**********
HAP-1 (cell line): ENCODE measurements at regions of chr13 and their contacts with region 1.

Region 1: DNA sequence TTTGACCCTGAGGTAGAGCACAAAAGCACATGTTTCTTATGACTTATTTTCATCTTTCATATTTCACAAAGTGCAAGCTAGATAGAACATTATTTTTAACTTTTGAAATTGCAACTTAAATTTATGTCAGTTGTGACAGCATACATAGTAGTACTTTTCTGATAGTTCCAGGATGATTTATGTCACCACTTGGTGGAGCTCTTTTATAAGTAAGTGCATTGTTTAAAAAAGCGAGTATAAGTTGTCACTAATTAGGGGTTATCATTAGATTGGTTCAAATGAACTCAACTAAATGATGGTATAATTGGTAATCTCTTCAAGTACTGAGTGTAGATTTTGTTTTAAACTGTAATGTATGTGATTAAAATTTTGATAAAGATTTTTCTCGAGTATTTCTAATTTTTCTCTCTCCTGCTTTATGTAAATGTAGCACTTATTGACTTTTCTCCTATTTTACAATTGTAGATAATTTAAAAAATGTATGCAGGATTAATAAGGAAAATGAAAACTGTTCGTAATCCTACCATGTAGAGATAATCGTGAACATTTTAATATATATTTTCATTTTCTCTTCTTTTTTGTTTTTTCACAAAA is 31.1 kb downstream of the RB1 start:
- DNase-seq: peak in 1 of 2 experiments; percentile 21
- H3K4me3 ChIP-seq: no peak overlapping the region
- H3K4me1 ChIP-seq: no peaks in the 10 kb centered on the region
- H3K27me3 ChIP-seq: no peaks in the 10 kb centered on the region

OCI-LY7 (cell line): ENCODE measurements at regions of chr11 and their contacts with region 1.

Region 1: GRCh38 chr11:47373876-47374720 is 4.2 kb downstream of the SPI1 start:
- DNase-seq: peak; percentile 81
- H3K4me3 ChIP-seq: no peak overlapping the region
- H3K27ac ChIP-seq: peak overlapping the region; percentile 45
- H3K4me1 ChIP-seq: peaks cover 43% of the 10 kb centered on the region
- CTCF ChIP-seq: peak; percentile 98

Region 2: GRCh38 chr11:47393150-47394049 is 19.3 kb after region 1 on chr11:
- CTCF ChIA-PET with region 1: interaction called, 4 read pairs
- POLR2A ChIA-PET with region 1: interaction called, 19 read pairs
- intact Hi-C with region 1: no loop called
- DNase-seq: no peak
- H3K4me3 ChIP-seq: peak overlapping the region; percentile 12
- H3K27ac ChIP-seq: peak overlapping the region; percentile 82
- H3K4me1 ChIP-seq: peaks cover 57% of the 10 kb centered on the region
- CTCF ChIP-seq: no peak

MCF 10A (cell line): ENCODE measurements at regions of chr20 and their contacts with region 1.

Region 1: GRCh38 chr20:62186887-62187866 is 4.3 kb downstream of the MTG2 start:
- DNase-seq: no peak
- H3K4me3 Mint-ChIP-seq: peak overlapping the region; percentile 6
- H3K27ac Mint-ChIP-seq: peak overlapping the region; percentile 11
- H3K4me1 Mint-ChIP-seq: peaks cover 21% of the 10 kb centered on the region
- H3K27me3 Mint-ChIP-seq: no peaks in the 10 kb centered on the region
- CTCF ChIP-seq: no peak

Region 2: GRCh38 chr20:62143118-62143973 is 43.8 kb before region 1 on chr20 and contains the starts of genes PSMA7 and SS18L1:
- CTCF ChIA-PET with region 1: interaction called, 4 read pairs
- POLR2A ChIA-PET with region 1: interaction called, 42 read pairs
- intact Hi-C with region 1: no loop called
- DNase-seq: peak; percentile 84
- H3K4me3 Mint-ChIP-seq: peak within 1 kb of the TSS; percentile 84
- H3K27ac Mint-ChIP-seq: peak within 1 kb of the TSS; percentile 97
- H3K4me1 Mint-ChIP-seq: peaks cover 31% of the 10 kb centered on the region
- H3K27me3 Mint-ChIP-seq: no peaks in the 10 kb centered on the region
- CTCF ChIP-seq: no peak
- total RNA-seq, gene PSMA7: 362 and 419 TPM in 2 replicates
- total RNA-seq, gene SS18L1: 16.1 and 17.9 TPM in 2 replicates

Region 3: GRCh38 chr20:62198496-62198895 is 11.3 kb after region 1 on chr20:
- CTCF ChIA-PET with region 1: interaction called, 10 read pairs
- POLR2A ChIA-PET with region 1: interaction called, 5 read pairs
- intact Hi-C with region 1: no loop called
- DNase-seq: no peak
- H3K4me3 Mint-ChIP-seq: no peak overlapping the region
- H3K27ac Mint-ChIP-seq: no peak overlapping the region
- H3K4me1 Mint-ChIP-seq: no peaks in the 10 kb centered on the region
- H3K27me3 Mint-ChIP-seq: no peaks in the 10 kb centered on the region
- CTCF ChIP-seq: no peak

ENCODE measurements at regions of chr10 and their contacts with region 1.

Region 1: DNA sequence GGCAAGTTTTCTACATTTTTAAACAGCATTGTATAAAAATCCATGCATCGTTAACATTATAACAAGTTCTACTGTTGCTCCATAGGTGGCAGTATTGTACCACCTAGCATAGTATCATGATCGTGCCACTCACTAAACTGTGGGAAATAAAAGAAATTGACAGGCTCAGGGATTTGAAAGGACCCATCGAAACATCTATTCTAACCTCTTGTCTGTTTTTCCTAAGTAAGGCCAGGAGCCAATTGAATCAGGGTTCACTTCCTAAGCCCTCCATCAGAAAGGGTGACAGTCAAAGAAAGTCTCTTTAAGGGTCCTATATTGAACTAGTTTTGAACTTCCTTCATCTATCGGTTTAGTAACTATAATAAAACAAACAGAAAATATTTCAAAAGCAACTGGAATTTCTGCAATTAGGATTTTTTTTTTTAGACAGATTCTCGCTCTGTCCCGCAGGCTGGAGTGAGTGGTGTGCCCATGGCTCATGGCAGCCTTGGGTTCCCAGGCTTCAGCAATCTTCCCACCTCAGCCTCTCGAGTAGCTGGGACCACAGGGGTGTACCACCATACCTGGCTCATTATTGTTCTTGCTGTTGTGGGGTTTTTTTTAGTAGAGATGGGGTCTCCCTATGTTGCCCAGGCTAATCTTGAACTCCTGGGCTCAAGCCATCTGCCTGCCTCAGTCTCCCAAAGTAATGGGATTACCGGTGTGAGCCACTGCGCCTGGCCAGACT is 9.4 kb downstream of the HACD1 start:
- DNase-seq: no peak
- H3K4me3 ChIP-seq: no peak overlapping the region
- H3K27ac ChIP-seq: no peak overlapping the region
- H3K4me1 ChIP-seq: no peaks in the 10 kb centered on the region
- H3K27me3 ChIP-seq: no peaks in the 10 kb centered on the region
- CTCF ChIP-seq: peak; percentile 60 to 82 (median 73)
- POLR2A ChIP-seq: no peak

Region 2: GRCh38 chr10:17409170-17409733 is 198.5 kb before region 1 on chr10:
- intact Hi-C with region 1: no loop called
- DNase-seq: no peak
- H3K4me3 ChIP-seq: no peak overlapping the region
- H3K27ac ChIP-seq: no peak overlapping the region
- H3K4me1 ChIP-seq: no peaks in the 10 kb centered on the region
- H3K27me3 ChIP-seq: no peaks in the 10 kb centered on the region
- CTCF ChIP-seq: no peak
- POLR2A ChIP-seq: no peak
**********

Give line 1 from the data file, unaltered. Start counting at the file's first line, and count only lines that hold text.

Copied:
HAP-1 (cell line): ENCODE measurements at regions of chr13 and their contacts with region 1.